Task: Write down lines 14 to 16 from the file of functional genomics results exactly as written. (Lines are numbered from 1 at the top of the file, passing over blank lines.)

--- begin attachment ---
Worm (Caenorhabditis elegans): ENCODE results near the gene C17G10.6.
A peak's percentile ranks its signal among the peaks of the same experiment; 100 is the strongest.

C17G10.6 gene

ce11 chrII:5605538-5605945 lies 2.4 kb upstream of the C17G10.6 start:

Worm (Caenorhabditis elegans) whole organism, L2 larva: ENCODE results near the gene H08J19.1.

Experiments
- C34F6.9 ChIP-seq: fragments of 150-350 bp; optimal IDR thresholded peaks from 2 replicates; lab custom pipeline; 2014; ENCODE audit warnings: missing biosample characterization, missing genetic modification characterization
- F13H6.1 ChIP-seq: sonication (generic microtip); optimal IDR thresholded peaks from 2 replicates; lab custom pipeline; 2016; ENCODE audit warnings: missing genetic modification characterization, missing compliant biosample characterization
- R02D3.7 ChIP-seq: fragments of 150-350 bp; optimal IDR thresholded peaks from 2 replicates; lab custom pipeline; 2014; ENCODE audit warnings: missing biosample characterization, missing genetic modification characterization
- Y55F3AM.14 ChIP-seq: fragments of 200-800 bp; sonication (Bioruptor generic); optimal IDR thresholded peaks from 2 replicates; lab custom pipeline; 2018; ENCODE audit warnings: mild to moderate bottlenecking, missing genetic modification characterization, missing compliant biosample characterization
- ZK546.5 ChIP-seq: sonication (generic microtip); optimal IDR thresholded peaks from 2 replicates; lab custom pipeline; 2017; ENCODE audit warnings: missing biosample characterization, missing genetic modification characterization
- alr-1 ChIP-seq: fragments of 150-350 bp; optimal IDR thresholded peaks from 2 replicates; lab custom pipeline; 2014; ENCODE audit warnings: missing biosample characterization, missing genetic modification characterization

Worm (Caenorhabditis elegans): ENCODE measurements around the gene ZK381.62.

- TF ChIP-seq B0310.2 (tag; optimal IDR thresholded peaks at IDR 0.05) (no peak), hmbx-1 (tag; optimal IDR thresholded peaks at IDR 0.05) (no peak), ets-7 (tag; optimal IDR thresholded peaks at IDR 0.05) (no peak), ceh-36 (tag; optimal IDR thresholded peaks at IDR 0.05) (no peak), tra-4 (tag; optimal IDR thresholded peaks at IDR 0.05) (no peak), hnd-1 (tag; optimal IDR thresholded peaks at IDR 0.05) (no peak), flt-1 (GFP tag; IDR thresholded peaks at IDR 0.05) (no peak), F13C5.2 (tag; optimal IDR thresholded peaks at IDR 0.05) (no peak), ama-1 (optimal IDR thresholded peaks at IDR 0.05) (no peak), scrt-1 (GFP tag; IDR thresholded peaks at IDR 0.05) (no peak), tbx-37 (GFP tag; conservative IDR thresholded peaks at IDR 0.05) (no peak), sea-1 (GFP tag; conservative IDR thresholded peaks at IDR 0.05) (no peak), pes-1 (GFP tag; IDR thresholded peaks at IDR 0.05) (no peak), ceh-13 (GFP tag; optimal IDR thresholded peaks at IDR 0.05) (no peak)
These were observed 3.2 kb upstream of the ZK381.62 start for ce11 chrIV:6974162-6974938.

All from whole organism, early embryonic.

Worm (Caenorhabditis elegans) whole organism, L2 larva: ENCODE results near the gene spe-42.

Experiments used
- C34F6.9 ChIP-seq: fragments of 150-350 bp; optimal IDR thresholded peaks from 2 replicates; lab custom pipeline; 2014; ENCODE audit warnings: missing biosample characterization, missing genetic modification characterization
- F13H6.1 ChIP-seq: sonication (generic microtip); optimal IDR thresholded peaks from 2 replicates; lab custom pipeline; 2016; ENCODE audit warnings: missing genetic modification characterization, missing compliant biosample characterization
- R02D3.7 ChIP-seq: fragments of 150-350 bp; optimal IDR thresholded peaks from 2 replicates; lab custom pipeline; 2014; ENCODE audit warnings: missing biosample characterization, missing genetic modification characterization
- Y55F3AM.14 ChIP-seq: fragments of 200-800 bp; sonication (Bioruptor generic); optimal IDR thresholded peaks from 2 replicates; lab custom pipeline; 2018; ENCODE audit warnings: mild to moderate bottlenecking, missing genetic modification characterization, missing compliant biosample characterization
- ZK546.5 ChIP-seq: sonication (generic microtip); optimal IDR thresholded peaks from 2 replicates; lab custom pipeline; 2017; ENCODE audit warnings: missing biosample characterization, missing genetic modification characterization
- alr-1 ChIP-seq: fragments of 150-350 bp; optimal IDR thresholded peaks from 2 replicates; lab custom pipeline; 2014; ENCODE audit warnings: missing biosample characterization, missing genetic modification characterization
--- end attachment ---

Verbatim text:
- TF ChIP-seq B0310.2 (tag; optimal IDR thresholded peaks at IDR 0.05) (no peak), hmbx-1 (tag; optimal IDR thresholded peaks at IDR 0.05) (no peak), ets-7 (tag; optimal IDR thresholded peaks at IDR 0.05) (no peak), ceh-36 (tag; optimal IDR thresholded peaks at IDR 0.05) (no peak), tra-4 (tag; optimal IDR thresholded peaks at IDR 0.05) (no peak), hnd-1 (tag; optimal IDR thresholded peaks at IDR 0.05) (no peak), flt-1 (GFP tag; IDR thresholded peaks at IDR 0.05) (no peak), F13C5.2 (tag; optimal IDR thresholded peaks at IDR 0.05) (no peak), ama-1 (optimal IDR thresholded peaks at IDR 0.05) (no peak), scrt-1 (GFP tag; IDR thresholded peaks at IDR 0.05) (no peak), tbx-37 (GFP tag; conservative IDR thresholded peaks at IDR 0.05) (no peak), sea-1 (GFP tag; conservative IDR thresholded peaks at IDR 0.05) (no peak), pes-1 (GFP tag; IDR thresholded peaks at IDR 0.05) (no peak), ceh-13 (GFP tag; optimal IDR thresholded peaks at IDR 0.05) (no peak)
These were observed 3.2 kb upstream of the ZK381.62 start for ce11 chrIV:6974162-6974938.

All from whole organism, early embryonic.